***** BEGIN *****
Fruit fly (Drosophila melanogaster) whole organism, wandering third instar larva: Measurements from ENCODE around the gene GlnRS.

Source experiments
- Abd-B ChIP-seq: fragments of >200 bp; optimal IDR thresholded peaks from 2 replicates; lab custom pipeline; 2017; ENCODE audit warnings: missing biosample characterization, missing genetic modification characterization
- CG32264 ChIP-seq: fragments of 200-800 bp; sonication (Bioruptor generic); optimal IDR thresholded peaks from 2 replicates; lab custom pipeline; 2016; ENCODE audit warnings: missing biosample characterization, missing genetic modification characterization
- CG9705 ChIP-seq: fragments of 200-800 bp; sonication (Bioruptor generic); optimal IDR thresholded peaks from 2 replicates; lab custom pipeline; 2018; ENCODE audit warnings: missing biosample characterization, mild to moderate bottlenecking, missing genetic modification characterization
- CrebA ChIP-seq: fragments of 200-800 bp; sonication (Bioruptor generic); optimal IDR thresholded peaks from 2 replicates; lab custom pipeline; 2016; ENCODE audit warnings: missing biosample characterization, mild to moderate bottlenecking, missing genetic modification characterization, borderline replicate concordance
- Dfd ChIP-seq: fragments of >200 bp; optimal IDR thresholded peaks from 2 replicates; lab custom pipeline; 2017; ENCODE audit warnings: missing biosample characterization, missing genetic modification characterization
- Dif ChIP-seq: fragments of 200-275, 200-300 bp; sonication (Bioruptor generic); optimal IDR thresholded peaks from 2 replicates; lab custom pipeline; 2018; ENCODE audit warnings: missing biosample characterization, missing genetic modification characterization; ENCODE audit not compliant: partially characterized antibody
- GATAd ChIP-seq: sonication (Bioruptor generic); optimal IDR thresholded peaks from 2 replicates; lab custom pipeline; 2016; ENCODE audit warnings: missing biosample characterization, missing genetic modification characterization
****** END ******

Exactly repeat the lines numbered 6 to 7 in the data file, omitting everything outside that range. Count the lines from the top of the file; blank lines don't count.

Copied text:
- CrebA ChIP-seq: fragments of 200-800 bp; sonication (Bioruptor generic); optimal IDR thresholded peaks from 2 replicates; lab custom pipeline; 2016; ENCODE audit warnings: missing biosample characterization, mild to moderate bottlenecking, missing genetic modification characterization, borderline replicate concordance
- Dfd ChIP-seq: fragments of >200 bp; optimal IDR thresholded peaks from 2 replicates; lab custom pipeline; 2017; ENCODE audit warnings: missing biosample characterization, missing genetic modification characterization